As best seen in Figs. 9 and 10, blade 87 is flexible so it easily
advances through the curved knife channel 115. For example, upon distal
advancement of the cutting mechanism 80, the cutting blade 87 will simply flex and
ride around the knife channel 115 through the tissue 400 held between jaw
members 110 and 120. A curved blade (not shown) may also be utilized which has
a similar radius of curvature as the knife channel 115 such that the blade will travel
through the knife channel 115 without contacting the surfaces of the knife channel
Figs. 1, 2 and 19 show a ratchet 30 for selectively locking the jaw
members 110 and 120 relative to one another in at least one position during
pivoting. A first ratchet interface 31a extends from the proximal end 14a of shaft
member 12a towards a second ratchet interface 31b on the proximal end 14b of
shaft 12b in general vertical registration therewith such that the inner facing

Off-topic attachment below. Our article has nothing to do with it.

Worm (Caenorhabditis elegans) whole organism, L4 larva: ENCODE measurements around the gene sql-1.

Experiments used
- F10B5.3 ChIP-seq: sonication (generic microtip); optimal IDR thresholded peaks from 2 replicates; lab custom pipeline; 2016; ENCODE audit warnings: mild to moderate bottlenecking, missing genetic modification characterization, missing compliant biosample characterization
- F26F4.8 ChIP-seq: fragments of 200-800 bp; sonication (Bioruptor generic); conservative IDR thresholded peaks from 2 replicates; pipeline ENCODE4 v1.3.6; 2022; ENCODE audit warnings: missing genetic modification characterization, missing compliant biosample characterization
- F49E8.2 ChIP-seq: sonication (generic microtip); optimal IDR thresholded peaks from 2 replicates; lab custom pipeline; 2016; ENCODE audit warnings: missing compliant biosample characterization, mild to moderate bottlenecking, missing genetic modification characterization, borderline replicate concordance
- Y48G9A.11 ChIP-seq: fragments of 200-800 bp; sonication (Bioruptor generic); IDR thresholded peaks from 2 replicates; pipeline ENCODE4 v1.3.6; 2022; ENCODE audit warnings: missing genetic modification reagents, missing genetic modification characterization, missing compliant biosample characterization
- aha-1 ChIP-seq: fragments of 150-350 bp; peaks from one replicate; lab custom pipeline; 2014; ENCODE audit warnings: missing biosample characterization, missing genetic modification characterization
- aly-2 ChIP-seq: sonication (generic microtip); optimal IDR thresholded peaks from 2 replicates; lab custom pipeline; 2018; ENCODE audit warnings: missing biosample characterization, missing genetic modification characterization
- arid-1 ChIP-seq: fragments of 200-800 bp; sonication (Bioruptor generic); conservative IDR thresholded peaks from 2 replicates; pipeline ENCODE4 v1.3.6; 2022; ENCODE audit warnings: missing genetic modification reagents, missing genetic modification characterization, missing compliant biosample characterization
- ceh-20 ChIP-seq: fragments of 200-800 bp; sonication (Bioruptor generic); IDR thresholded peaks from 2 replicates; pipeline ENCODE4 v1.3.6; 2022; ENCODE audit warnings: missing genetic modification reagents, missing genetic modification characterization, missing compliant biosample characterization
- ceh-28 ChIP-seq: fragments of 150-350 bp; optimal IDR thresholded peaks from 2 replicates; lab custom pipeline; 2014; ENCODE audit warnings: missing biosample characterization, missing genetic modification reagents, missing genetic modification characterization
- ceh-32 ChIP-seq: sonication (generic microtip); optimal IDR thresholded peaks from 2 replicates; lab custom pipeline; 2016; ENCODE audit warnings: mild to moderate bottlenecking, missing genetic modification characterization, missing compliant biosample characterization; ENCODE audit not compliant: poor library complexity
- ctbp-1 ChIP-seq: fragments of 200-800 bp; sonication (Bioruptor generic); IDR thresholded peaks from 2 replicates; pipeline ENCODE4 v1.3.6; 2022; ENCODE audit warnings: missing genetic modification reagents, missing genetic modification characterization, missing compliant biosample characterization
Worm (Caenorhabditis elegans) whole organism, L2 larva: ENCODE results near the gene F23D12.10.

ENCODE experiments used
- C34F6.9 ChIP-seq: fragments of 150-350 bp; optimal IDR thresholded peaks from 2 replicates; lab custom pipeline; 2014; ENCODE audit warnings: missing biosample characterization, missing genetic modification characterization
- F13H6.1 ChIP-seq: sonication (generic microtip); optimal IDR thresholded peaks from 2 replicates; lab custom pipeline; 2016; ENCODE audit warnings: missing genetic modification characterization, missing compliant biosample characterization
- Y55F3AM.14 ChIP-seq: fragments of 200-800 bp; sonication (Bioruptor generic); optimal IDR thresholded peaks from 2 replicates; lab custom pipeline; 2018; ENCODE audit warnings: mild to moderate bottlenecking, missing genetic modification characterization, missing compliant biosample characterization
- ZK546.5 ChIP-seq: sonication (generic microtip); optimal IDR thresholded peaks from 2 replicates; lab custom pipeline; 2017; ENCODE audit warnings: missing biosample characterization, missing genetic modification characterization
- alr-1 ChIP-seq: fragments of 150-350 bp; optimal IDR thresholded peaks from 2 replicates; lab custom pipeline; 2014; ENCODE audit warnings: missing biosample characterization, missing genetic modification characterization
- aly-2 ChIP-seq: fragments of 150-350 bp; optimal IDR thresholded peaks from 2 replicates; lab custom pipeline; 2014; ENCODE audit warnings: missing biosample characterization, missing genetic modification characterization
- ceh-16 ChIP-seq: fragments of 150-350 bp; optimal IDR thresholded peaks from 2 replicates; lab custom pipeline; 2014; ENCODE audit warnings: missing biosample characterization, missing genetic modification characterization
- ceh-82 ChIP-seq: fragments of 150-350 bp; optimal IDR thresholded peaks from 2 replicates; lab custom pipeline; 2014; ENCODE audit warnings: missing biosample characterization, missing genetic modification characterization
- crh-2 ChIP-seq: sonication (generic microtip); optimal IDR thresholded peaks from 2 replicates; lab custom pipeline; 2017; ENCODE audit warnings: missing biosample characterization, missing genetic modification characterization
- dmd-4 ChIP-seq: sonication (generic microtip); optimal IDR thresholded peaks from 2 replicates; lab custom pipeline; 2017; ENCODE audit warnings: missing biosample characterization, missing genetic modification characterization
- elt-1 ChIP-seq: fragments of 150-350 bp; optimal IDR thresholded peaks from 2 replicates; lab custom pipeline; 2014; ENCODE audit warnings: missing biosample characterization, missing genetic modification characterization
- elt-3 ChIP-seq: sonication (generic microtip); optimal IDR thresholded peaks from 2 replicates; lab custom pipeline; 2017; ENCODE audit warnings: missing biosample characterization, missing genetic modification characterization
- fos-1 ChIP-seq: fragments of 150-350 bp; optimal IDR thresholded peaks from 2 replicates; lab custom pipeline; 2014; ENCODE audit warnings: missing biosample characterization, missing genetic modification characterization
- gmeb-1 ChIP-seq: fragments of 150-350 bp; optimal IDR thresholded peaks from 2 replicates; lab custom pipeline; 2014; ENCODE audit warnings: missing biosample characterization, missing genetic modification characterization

surfaces of each ratchet 31a and 31b abut one another upon closure of the jaw
members 110 and 120 about the tissue 400. It is envisioned that each ratchet
interface 31a and 31b may include a plurality of step-like flanges (not shown) which
project from the inner facing surface of each ratchet interface 31a and 31b such
that the ratchet interfaces 31a and 31b interlock in at least one position.
Preferably, each position associated with the cooperating ratchet interfaces 31a
and 31b holds a specific, i.e., constant, strain energy in the shaft members 12a and
12b which, in turn, transmits a specific closing force to the jaw members 110 and
120. It is envisioned that the ratchet 30 may include graduations or other visual
markings which enable the user to easily and quickly ascertain and control the
amount of closure force desired between the jaw members. It is envisioned that
the shafts 12a and 12b may be manufactured from a particular plastic material
which is tuned to apply a particular closure pressure within the above-specified